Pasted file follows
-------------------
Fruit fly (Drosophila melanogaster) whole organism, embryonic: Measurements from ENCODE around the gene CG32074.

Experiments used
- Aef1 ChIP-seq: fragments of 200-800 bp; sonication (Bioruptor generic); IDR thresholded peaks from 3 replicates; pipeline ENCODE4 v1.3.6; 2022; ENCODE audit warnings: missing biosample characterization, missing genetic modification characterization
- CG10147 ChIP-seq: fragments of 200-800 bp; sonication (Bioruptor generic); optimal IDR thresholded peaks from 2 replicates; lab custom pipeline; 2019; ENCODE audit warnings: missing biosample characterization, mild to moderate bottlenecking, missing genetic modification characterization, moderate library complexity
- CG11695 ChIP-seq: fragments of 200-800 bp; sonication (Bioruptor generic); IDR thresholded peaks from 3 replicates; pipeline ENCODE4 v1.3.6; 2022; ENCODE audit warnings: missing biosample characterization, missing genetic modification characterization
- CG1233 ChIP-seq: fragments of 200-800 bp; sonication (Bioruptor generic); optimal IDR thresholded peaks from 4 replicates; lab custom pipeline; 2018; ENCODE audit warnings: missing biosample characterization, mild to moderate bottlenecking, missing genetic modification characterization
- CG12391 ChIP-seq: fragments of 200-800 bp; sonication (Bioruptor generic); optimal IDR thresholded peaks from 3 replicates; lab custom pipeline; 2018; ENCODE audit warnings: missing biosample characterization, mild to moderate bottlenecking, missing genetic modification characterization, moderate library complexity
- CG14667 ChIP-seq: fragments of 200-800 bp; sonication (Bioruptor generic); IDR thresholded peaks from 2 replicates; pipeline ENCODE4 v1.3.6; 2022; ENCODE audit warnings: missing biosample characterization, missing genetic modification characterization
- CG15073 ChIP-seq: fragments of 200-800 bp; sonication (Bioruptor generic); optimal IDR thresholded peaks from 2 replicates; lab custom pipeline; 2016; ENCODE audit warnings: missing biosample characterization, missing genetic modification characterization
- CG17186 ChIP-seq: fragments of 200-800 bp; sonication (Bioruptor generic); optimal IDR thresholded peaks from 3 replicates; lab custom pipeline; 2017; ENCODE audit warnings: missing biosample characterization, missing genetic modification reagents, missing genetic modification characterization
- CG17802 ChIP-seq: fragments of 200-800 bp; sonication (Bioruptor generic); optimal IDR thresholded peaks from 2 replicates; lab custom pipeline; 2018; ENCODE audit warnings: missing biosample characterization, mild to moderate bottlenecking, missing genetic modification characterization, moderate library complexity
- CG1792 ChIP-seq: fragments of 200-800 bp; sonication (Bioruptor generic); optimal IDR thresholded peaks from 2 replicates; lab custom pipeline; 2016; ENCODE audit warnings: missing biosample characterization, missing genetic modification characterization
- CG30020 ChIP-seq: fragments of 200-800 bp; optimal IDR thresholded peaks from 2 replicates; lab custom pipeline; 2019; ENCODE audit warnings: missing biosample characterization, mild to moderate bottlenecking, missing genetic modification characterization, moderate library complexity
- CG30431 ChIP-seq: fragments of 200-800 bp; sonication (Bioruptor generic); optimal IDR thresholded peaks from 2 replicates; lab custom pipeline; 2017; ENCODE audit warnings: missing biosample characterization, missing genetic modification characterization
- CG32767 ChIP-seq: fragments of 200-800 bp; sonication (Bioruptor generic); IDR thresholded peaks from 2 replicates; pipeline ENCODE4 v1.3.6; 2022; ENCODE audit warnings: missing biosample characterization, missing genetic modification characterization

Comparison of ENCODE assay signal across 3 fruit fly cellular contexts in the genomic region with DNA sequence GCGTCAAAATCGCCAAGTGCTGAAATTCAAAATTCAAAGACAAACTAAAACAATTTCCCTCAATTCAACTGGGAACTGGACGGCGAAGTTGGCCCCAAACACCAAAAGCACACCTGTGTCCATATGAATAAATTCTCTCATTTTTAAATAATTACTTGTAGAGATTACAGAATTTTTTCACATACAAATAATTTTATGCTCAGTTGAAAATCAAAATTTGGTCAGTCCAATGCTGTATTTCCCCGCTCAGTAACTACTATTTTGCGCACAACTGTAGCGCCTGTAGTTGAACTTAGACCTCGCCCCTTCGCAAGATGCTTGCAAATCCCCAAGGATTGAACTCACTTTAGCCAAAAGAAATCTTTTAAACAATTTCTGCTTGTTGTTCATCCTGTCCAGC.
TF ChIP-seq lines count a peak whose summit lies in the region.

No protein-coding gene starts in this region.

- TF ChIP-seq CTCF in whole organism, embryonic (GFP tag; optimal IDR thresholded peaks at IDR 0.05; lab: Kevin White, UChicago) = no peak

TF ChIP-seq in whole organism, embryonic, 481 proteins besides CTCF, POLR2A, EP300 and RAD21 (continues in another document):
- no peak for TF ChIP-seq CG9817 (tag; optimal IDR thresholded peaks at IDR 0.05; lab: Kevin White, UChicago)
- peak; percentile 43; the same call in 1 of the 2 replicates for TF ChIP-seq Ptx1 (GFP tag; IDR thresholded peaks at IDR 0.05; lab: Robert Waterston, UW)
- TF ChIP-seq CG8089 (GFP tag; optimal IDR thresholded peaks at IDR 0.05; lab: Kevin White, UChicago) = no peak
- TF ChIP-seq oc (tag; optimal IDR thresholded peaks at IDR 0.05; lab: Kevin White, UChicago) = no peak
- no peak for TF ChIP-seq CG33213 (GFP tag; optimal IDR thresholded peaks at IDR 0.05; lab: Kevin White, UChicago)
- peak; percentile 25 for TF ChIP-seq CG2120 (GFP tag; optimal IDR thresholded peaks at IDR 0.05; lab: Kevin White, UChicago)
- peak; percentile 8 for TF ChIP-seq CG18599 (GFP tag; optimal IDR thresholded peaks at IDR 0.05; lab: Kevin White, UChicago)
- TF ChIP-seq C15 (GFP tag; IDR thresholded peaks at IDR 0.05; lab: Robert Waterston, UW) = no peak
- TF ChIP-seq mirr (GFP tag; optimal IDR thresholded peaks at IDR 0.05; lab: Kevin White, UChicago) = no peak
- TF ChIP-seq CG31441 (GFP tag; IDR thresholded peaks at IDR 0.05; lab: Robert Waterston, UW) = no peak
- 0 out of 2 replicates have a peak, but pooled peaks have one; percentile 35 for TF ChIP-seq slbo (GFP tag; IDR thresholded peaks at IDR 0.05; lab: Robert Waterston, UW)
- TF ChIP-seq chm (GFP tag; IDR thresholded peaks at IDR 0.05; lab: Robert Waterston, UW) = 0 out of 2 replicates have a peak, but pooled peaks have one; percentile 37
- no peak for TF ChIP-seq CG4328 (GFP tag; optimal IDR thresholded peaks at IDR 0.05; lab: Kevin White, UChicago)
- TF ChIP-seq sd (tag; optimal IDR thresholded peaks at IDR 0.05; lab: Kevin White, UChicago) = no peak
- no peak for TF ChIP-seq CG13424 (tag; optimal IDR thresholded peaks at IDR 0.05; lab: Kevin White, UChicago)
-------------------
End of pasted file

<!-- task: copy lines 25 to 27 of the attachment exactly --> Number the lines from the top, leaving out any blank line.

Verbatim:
- no peak for TF ChIP-seq CG33213 (GFP tag; optimal IDR thresholded peaks at IDR 0.05; lab: Kevin White, UChicago)
- peak; percentile 25 for TF ChIP-seq CG2120 (GFP tag; optimal IDR thresholded peaks at IDR 0.05; lab: Kevin White, UChicago)
- peak; percentile 8 for TF ChIP-seq CG18599 (GFP tag; optimal IDR thresholded peaks at IDR 0.05; lab: Kevin White, UChicago)